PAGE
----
Massive iceberg breaks off Antarctica

Rift across the Larsen C ice shelf. (Courtesy: NASA/John Sonntag)
Rift across the Larsen C ice shelf in November 2016. (Courtesy: NASA/John Sonntag)

ANTARCTICA (KXAN) — One of the world’s largest icebergs has finally broken off from an ice shelf in western Antarctica.

British scientists say the iceberg broke off from the Larsen C Ice Shelf sometime between Monday, July 10 and Wednesday, July 12. Researchers with Project MIDAS, a UK-based Antarctic research group, detected the break with the help of data from NASA’s Aqua MODIS satellite.

The iceberg weighs an estimated 1.12 trillion tons and is approximately the size of Delaware. Scientists have been monitoring the rift over the last year. NASA reported the rift in Larsen C measured about 300 feet wide and cut about a one-third of a mile deep.

The MIDAS group states because the iceberg was already floating before it broke off, they don’t expect any immediate impact on sea level.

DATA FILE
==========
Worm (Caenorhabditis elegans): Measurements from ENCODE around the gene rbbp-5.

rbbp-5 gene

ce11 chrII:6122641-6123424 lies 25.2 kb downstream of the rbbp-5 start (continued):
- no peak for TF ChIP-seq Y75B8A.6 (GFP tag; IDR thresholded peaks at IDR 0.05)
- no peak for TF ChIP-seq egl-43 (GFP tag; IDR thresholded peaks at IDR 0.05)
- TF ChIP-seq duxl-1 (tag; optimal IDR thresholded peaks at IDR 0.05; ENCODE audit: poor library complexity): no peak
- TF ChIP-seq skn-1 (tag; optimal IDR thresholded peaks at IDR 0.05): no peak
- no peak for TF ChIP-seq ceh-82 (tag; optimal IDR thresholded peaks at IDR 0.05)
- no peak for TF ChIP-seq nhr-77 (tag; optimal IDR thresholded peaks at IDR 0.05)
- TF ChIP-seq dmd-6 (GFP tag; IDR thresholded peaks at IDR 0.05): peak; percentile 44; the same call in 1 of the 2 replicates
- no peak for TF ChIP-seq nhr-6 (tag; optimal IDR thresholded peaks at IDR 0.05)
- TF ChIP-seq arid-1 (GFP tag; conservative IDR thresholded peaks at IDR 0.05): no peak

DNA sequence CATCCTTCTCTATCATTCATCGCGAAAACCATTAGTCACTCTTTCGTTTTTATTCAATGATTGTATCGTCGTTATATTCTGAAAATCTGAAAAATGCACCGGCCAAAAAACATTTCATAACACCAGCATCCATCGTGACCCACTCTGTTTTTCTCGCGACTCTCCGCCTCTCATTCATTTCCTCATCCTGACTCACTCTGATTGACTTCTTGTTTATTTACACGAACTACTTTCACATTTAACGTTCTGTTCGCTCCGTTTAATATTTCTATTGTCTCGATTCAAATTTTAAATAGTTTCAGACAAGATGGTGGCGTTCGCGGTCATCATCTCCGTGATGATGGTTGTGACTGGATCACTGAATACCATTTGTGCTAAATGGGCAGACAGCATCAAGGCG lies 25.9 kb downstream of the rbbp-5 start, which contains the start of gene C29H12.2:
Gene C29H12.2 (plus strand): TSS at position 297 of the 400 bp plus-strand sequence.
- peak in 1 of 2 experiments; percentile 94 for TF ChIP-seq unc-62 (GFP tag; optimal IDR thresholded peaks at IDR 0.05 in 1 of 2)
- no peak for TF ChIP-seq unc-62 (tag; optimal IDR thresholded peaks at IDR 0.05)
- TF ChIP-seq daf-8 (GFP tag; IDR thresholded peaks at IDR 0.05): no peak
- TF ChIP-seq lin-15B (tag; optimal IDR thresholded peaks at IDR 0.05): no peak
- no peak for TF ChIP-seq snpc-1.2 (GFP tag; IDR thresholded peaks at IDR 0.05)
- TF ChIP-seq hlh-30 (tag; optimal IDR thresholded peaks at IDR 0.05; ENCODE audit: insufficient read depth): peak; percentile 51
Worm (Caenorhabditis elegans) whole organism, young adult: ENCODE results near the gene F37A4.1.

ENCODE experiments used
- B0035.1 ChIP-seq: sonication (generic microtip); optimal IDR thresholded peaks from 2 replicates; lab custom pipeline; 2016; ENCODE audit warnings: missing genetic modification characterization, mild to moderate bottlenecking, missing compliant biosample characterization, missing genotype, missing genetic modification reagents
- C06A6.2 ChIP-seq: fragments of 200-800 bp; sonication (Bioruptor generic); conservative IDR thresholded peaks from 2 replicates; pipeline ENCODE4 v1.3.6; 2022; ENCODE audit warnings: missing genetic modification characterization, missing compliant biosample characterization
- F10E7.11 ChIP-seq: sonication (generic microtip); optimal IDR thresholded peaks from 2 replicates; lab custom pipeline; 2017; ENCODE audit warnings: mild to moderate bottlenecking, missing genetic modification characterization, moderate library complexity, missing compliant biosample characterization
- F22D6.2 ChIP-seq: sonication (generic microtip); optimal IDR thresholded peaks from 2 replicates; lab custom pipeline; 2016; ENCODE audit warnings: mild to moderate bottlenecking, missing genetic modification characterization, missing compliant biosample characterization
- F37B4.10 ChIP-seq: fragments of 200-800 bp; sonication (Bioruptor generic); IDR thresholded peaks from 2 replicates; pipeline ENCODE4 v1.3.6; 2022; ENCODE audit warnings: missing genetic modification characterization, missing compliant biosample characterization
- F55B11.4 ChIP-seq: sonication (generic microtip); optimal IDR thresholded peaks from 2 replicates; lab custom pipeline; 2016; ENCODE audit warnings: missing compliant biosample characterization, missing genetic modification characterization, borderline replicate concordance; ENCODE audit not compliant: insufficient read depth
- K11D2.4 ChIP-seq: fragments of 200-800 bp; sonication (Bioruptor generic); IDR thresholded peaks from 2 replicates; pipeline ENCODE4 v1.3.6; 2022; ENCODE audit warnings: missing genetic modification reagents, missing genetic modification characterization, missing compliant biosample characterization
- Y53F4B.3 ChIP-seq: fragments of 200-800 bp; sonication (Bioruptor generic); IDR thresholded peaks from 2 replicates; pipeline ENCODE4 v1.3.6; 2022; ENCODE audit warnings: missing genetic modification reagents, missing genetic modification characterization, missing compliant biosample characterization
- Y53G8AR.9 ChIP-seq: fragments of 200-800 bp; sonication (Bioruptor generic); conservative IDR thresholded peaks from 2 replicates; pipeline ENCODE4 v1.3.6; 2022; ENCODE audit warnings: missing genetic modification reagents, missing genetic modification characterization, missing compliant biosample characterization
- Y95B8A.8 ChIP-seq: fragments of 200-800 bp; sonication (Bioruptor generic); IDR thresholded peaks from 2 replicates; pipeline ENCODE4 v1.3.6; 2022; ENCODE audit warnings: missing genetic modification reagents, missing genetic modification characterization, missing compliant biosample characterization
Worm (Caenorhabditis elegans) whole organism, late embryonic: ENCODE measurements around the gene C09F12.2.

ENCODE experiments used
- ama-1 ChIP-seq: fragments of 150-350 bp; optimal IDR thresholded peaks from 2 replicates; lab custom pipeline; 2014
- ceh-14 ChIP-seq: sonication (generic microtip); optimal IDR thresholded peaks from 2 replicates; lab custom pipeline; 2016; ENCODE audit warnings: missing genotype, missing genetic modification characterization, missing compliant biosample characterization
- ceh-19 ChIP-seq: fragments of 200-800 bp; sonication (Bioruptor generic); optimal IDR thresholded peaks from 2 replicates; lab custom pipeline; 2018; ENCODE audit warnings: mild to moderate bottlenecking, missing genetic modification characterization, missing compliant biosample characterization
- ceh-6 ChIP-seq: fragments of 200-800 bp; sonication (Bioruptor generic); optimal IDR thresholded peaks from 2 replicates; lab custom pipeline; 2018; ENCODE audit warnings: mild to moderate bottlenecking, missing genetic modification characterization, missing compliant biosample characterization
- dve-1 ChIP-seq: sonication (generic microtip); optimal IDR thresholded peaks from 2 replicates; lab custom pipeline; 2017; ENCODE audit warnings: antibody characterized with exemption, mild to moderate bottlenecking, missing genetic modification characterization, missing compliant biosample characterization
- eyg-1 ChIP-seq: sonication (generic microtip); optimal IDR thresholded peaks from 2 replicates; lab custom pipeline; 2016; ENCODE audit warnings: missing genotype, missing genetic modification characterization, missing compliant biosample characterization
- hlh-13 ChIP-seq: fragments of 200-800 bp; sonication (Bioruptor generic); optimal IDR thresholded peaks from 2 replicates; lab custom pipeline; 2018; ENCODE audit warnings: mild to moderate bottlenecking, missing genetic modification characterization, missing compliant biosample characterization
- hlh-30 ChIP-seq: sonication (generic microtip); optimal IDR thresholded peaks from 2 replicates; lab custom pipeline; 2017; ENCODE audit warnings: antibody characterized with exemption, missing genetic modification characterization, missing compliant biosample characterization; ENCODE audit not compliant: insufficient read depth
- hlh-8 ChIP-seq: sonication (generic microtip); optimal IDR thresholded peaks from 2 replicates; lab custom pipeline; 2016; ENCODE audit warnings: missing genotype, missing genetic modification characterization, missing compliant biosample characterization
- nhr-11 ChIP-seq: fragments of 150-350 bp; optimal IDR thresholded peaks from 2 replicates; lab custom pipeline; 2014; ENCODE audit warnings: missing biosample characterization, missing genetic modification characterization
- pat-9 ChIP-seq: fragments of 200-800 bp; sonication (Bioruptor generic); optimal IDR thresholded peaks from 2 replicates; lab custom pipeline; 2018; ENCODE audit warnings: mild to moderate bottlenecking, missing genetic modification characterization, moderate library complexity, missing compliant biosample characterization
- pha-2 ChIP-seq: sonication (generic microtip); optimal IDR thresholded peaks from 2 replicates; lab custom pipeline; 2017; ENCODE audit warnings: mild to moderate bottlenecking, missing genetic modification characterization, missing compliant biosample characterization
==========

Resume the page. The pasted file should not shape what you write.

“We have been anticipating this event for months, and have been surprised how long it took for the rift to break through the final few kilometres of ice,” says professor Adrian Luckman of Swansea University in the blog post. “We will continue to monitor both the impact of this calving event on the Larsen C Ice Shelf, and the fate of this huge iceberg.”

Researchers say this is a natural event and they’re not aware of any link to human-induced climate change.

Rift across the Larsen C ice shelf in November 2016. (Courtesy: NASA/John Sonntag)
Rift across the Larsen C ice shelf in November 2016. (Courtesy: NASA/John Sonntag)

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